Images by John Hook

Tucked away from the road that winds up Mount Tantalus, Michelle Broder Van Dyke’s secluded childhood home stares over Diamond Head and straight onto the ocean. Located on the six-acre property is a small garage-like structure adjacent to the house, which serves as the office of Broder Van Dyke and her artist husband Chris Ritson. Here, patterned carpets cover the floor. A record player sits next to vinyl records of Nina Simone and The Beach Boys. A grayscale portrait of their dog Kōlea hangs above a desktop computer.

This is where Broder Van Dyke works as a freelance journalist and formerly clocked in as the remote night editor of the scrappy media site BuzzFeed. (Her six-year BuzzFeed career ended earlier this year when she was laid off in a round of staff cuts at media outlets felt around the country.) Since night begins on the U.S. East Coast, as the day in Hawai‘i reaches its zenith, Broder Van Dyke has unique positioning in the national news cycle. Instead of pulling an all-nighter to keep up with current events, she starts her day mid-morning.

One person who has made such shifts pertinent is President Donald Trump, who has an affinity for tweeting late at night. But as the night editor of BuzzFeed, Broder Van Dyke also fed the outlet newsworthy events happening in Hawai‘i under her watch, such as the state being the first to ban the sale and distribution of reef-destroying sunscreens. She felt compelled to tell stories that accurately represented Hawai‘i after she moved back home to O‘ahu. “I think it says a lot that so much is happening here,” Broder Van Dyke says. “It kind of reaffirmed my feeling that Hawai‘i is important and we need to make sure these stories get covered too.” As a freelancer, she continues to indulge in her deep connection to the islands and give voice to local communities in the national news.

Broder Van Dyke graduated from Punahou School in 2004 and, struck with a case of island fever, set out for Ohio to attend Oberlin College. Then, yearning for something more urban after graduation, she packed her bags for San Francisco. Having written all her life—letters to her grandmother on the continent, short books when she was in grade school—Broder Van Dyke knew she wanted to make a career of it. Media was struggling at the time, but she snagged an internship at the Bay Guardian. After that, she worked at a local bookstore to make ends meet while writing a music column for the San Francisco Chronicle.

Ready to formalize her skills, Broder Van Dyke crossed the country to attend Columbia University Graduate School of Journalism. Then she moved back to Honolulu, where she freelanced for Civil Beat and became a stringer for the New York Times, covering Senator Mazie Hirono and the infamous catfishing of football player Manti Te‘o. “That put this idea in my mind that these national publications might want to cover certain things about Hawai‘i,” she says.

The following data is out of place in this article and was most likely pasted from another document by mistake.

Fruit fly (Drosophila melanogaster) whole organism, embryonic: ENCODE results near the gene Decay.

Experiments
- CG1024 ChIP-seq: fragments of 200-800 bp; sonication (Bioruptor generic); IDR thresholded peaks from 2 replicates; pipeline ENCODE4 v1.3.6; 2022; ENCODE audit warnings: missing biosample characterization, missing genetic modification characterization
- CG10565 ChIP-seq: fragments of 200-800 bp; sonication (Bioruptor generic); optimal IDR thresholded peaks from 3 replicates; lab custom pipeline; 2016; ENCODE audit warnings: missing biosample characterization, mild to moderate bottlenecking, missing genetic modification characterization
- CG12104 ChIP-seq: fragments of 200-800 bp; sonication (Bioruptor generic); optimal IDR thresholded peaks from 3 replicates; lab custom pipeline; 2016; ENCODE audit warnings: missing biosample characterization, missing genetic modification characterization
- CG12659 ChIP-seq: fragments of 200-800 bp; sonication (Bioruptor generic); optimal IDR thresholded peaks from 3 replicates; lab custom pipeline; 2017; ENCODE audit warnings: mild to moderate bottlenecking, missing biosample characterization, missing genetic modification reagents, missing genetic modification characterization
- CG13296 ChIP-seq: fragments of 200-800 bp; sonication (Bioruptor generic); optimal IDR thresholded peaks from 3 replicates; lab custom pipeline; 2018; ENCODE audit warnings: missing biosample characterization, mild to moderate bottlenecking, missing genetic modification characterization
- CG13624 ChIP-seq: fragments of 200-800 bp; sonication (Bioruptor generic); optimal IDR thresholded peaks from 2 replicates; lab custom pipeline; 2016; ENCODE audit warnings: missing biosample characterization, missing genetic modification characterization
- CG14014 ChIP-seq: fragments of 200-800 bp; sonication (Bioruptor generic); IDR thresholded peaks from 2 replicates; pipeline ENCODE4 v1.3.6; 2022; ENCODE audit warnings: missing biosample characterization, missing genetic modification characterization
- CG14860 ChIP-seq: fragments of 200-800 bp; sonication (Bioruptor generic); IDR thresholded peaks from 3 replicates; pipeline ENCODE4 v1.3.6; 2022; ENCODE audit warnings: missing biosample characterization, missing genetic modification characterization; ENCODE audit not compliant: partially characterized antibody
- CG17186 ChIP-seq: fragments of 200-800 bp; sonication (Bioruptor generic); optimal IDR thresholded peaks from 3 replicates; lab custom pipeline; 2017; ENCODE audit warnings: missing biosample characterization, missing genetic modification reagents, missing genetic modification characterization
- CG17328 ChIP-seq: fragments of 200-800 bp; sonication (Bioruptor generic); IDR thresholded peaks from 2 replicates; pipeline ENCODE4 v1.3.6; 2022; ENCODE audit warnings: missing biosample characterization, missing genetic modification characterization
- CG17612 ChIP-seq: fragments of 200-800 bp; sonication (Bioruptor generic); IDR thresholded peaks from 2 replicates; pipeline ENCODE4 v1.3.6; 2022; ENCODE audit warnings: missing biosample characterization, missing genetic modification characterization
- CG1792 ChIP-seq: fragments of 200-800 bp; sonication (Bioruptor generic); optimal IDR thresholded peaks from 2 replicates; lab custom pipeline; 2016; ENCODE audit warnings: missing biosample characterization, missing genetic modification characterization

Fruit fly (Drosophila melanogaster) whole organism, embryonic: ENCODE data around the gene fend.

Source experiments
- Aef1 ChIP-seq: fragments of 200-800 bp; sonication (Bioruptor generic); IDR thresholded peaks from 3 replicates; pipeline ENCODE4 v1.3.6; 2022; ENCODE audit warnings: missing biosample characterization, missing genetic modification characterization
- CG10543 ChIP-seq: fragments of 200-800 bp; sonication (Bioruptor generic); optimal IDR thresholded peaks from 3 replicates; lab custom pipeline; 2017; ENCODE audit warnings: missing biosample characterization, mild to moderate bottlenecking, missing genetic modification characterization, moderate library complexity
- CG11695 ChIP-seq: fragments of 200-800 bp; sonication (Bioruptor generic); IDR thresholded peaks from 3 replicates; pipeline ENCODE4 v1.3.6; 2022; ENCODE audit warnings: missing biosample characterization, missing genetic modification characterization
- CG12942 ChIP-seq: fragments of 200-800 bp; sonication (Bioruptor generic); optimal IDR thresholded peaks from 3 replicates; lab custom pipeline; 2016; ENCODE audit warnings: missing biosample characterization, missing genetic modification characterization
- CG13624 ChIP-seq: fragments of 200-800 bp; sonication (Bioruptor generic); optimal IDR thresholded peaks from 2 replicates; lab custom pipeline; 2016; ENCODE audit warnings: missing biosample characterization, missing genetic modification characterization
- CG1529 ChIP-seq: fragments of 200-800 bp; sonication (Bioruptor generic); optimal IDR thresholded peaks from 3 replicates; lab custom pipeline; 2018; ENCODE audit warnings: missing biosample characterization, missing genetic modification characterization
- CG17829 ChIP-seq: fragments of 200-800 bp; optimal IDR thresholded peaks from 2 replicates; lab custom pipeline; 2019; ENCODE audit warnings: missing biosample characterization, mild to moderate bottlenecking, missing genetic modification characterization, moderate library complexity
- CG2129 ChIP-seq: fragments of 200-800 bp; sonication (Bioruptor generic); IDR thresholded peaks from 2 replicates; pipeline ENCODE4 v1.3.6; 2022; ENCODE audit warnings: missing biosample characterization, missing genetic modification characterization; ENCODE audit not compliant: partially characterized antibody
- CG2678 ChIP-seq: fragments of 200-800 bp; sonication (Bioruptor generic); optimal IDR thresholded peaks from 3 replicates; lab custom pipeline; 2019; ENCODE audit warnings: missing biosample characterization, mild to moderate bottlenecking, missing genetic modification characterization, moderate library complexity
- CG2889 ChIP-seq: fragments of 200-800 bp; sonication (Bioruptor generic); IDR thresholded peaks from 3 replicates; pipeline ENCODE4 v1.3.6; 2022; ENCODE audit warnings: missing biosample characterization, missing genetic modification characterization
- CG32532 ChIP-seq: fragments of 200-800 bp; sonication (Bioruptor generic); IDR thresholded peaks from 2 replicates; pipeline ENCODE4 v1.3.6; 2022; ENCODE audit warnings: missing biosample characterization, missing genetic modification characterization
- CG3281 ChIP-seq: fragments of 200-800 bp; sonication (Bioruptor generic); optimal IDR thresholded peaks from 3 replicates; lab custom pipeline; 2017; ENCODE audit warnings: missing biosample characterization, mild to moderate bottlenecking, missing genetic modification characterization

Her most hectic year yet was 2018. It started with the January 13 false missile alert. With the topic literally close to home, Broder Van Dyke wrote a personal essay for BuzzFeed reflecting on the panic and potential loss of her childhood home. “That was just an interesting intersection because I was on the breaking news team, so I was already used to covering fast-paced things, but all of a sudden it became totally personal,” she says. “I thought I was going to die.” She also covered the hurricanes that threatened the Hawaiian Islands and flew to Hawai‘i Island to report on the Kīlauea lava flow, which displaced communities and forced people from their homes.

Broder Van Dyke calls her layoff a learning lesson that reaffirms the importance of journalism, “now more than ever,” she says. The experience has also helped her realize she wants to report longer, more investigative pieces. On her mind right now are stories connected to the islands, like Mark Zuckerberg, Hawai‘i’s land rights, and issues pertaining to climate change. In her fantasies, those stories will one day become a book. But for now, she’s taking it one story at a time.

Fact Check
If you think reading the news cycle is exhausting, imagine working in it—or as Broder Van Dyke phrased it, “being deep in the trenches.” In a world where digital news spreads fast, it’s up to Broder Van Dyke and her journalist counterparts to factcheck the information she publishes for accuracy. “In this climate, where we see politics just changing a lot, it’s so important that the media is fact-checking,” she says. “There is so much information that swirls, that is false, and it can be uncanny how these people you know who are really smart people are still sharing them and not thinking more deeply about it.”

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Be conscious
“Be particular about who you follow,” Broder Van Dyke says. “Even my husband will be like, ‘Oh, it was in the Washington Post or whatever,’ and no, that was in the Washington Times. It isn’t the same thing. It’s so subtle and they’re trying to trick you.” Although there’s no perfect publication, stick to the most reputable and objective websites.

Support your news organizations
More news outlets are having membership programs to help them continue what they do best. Broder Van Dyke suggests supporting both local and national publications. “We can’t break these news stories without resources.”

Debunk misinformation
At BuzzFeed, there’s an entire section dedicated to debunking trending Internet stories. Aptly called “Debunked,” these explainer articles make it easier to decipher what’s real and what’s not. “Instead of explaining it to my great aunt, I can just share this,” Broder Van Dyke says.

Seek the truth
“I know people see things and it reinforces their bias, so they’re almost not looking for the truth,” she says. Keep your own biases in mind when you seek out and consume the news.